2 users responded in this post

Subscribe to this post comment rss or trackback url
User Gravatar
B16 said in Febbraio 23rd, 2010 at 11:24

ooo johanna non piangere per me…. jumbooo?

Joanna Newsom
Have one on me

Pitchfork: 9.2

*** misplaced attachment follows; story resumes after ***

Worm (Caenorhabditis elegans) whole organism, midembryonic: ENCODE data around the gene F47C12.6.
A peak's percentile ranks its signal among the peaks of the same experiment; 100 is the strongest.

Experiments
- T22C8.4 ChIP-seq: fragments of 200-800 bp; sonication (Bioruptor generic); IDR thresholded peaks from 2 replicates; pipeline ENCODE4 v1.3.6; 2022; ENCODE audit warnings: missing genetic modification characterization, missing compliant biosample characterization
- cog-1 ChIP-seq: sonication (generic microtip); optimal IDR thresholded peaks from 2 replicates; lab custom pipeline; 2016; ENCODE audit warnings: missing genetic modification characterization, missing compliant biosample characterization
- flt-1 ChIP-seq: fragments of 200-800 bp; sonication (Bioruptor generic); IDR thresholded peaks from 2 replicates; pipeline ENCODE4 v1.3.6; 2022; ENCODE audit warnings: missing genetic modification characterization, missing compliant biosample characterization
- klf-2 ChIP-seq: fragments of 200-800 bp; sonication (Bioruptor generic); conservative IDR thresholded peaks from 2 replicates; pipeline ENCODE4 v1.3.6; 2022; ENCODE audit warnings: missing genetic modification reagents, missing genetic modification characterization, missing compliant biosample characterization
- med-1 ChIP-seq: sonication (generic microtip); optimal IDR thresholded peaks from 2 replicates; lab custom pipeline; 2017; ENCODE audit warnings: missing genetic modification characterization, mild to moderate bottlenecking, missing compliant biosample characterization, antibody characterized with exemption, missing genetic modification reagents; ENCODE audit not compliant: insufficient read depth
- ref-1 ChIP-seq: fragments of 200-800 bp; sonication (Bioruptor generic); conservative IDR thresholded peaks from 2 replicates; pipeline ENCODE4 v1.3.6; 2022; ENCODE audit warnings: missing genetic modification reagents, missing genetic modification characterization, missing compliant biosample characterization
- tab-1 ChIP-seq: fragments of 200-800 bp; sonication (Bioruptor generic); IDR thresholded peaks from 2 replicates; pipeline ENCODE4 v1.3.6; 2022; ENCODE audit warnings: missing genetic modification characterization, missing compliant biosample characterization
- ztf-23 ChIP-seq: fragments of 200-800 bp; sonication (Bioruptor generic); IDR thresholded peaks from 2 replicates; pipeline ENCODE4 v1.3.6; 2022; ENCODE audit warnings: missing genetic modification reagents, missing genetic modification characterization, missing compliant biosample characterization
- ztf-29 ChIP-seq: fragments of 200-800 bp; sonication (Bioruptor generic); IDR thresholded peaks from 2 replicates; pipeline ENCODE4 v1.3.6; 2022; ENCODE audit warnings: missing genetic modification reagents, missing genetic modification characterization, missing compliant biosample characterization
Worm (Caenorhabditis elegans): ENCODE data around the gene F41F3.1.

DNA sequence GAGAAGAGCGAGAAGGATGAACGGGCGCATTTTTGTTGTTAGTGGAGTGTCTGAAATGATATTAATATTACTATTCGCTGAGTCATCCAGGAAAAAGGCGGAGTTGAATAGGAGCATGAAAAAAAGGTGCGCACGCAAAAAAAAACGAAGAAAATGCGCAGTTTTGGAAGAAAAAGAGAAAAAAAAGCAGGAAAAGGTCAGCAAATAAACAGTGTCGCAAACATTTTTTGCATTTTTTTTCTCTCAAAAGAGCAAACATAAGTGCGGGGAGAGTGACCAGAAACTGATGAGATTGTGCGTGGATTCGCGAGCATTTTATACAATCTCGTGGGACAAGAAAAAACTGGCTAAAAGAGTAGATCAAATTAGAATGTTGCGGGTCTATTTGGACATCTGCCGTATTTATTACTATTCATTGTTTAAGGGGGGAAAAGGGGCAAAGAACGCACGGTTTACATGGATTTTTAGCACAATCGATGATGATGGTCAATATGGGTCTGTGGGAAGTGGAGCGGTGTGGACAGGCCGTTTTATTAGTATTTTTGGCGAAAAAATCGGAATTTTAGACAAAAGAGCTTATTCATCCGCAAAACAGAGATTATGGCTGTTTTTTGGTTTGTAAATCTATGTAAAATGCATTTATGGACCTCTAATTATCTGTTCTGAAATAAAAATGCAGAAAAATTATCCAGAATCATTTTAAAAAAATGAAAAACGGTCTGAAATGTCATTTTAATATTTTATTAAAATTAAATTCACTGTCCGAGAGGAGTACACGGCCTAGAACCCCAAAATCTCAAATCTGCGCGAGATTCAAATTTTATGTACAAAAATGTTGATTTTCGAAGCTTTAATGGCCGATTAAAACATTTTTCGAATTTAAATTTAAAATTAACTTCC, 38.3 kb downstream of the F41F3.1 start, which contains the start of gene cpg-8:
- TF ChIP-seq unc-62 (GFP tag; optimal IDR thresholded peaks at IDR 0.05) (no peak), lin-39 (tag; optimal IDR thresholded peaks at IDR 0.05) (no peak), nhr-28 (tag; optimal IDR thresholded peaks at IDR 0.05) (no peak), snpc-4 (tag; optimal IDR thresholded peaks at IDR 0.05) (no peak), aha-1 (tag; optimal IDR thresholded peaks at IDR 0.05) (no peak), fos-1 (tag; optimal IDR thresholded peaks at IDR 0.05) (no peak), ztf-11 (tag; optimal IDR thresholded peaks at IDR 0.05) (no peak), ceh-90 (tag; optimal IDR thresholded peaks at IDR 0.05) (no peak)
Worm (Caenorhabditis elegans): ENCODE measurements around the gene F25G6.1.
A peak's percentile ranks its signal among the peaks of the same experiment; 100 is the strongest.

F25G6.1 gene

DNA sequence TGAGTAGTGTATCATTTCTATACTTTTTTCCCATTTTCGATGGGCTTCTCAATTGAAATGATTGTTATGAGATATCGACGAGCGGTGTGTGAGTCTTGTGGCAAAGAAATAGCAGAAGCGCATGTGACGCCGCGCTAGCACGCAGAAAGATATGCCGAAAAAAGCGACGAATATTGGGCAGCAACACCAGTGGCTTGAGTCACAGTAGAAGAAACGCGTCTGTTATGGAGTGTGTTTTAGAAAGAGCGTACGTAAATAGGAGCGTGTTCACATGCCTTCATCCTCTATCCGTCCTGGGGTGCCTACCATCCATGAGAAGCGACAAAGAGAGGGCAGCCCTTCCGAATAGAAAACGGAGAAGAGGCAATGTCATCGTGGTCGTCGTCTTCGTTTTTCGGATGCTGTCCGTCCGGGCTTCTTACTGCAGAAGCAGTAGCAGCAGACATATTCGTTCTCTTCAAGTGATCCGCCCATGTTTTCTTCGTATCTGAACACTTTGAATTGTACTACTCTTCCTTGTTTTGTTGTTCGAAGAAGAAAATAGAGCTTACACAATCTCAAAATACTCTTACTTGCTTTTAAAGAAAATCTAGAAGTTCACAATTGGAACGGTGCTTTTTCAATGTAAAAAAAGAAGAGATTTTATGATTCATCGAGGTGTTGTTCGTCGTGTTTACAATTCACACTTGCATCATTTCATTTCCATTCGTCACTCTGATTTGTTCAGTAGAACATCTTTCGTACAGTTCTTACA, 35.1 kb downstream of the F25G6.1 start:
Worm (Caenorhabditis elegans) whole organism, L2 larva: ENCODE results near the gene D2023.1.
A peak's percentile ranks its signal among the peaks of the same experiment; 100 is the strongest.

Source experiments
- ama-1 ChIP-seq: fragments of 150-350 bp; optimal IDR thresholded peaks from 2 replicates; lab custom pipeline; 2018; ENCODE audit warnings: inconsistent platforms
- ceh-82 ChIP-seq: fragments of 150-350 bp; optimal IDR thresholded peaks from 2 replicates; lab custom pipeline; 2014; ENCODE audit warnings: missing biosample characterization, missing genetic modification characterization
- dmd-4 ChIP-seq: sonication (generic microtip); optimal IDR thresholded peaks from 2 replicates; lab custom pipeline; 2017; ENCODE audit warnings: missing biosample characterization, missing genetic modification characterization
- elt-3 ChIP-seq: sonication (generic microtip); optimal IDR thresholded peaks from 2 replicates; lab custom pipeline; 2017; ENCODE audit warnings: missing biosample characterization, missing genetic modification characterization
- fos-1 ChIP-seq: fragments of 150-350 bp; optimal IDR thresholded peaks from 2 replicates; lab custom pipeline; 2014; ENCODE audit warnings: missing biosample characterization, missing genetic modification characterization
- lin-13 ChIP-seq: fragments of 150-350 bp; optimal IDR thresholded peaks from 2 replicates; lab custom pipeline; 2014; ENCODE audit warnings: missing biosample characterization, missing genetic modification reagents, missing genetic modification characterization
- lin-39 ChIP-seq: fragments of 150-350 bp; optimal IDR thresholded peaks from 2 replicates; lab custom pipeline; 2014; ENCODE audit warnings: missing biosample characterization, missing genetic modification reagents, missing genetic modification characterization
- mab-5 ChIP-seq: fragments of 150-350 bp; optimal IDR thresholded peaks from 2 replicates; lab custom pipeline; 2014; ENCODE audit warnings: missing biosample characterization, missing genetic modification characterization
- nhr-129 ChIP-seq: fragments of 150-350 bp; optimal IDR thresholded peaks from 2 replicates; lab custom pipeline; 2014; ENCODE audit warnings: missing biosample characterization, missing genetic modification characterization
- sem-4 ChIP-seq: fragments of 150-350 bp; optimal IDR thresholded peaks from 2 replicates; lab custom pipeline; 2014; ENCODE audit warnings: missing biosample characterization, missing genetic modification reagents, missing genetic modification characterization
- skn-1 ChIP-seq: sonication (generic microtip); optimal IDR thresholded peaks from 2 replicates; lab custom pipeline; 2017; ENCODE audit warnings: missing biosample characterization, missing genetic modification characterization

It was a little disturbing at first to hear that Joanna Newsom’s full-length follow-up to the ambitious and polarizing Ys would be a triple album. Where 2004’s The Milk-Eyed Mender was an unusual record with its share of quirks (her squeaky voice and fondness for arcane language, the harp), it also had its simple pleasures. Most of the tracks were short and the sound was spare; you pretty much liked it or you didn’t based on how you felt about Newsom’s sound and her ability to put a song together. Ys, on the other hand, was unapologetically dense. The five songs averaged more than 10 minutes each, and through them Newsom sang continuously; Van Dyke Parks’ arrangements were similarly relentless, seeming to comment upon and embellish almost every line. It was a rewarding album– filled with memorable turns of phrase and impressive storytelling. Many were enthralled, and almost everyone at least admired it. But in comparison to Milk-Eyed, Ys took some serious work to crack. So when I heard that Newsom would be following it with a 3xLP set called Have One on Me, I had troubling visions of 25-minute songs with lyrics that stretched to 5,000 words.